On 1 September 2010 the High Court handed down its much anticipated decision in the appeal from Re Octaviar Ltd (No 7)  QCA 282. The High Court, consisting of Chief Justice French, and Justices Gummow, Hayne, Kiefel and Bell, unanimously dismissed the appeal in Public Trustee of Queensland v Fortress Credit Corporation (Aus) 11 Pty Ltd  HCA 29.
In our Alert of 17 March 2010 we summarised the background to the Octaviar appeal. Essentially it involved a charge which secured all moneys owing under "Transaction Documents" and a deed which designated a document to be a Transaction Document, but which was not registered on the ASIC Charges register. Was failure to register the designation deed fatal under section 268(2) of the Corporations Act?
The High Court has found that failure to register in these circumstances was not fatal, as the designation deed did not constitute either a variation in the terms of a charge or a new charge.
The High Court said that section 268(2) is directed at variations in the terms of a charge and not changes imposed, in accordance with those terms, on the burden of liability under a charge. The execution of the designation deed was no more than the application of the mechanisms in the Charge to identify particular liabilities as falling within the category of liabilities which the Charge, in general terms, already secured.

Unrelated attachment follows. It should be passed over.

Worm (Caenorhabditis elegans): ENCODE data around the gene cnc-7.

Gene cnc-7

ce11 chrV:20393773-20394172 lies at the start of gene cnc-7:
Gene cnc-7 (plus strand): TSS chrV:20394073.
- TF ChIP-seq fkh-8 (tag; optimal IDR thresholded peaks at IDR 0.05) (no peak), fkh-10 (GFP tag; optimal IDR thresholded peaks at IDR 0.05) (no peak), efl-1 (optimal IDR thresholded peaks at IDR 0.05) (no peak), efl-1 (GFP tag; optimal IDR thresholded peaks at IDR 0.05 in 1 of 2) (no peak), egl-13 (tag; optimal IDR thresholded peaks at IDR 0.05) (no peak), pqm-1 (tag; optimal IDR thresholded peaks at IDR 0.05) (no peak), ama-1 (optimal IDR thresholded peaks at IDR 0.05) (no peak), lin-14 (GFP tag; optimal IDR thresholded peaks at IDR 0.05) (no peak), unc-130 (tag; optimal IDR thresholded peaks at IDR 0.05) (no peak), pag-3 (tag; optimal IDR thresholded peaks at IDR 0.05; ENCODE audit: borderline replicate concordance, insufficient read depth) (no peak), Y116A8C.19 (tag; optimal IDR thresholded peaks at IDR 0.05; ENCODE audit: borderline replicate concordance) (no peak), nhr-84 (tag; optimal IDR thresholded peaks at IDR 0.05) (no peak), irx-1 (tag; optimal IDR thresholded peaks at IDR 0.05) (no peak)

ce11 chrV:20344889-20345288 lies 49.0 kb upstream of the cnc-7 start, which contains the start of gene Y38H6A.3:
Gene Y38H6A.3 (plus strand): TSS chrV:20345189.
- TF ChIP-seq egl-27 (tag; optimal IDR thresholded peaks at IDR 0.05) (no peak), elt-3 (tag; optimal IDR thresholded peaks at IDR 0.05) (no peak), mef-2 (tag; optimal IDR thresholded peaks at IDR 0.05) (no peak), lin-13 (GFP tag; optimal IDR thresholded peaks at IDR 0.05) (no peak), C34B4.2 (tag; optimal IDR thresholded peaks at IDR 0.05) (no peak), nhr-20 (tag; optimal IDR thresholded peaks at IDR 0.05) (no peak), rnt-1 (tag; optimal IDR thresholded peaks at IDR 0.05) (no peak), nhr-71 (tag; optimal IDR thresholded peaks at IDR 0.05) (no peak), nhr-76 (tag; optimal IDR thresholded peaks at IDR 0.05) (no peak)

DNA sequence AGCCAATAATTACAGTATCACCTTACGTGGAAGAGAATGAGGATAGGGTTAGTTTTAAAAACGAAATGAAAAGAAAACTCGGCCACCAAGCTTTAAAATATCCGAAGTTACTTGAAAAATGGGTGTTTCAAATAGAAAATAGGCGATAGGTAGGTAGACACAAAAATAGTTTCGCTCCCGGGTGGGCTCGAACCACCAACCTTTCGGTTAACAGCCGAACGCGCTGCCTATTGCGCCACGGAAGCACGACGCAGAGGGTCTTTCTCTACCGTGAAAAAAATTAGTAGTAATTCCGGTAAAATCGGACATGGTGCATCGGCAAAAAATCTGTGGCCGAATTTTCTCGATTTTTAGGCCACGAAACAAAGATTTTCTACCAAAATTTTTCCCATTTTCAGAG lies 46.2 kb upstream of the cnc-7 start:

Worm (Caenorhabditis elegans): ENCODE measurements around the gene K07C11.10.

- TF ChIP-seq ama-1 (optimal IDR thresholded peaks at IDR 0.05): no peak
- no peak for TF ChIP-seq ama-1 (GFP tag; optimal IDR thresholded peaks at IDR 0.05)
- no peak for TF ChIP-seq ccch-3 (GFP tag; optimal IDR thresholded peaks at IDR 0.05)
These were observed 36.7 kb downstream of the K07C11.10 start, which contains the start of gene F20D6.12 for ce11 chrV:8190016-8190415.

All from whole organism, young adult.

The Public Trustee argued that failure to lodge a notice of variation under section 268 would offend the policy of registration laid down in Chapter 2K of the Corporations Act. However the Court rejected this argument. In doing so it emphasised that the registration provisions of the Corporations Act do not purport to create a perfect and complete register of all the details of a registrable charge; such details could only be discovered by looking to the document creating the Charge.
Furthermore any person searching the register would have encountered the Charge and would have realised that, given the definition of "Secured Money" and the inclusion of clause 1.2 in the Charge (which cross-referred to the Facility Agreement), there was a need to look elsewhere to ascertain the precise nature and details of the liability secured under the Charge.
The High Court saw no policy offence in this.
With this appeal decided, the remaining uncertainty relating to document designation mechanisms and registration on the ASIC charges register has been laid to rest. Drafters of charges should still note however the criticism made of the practice of not setting out key definitions in the charge itself.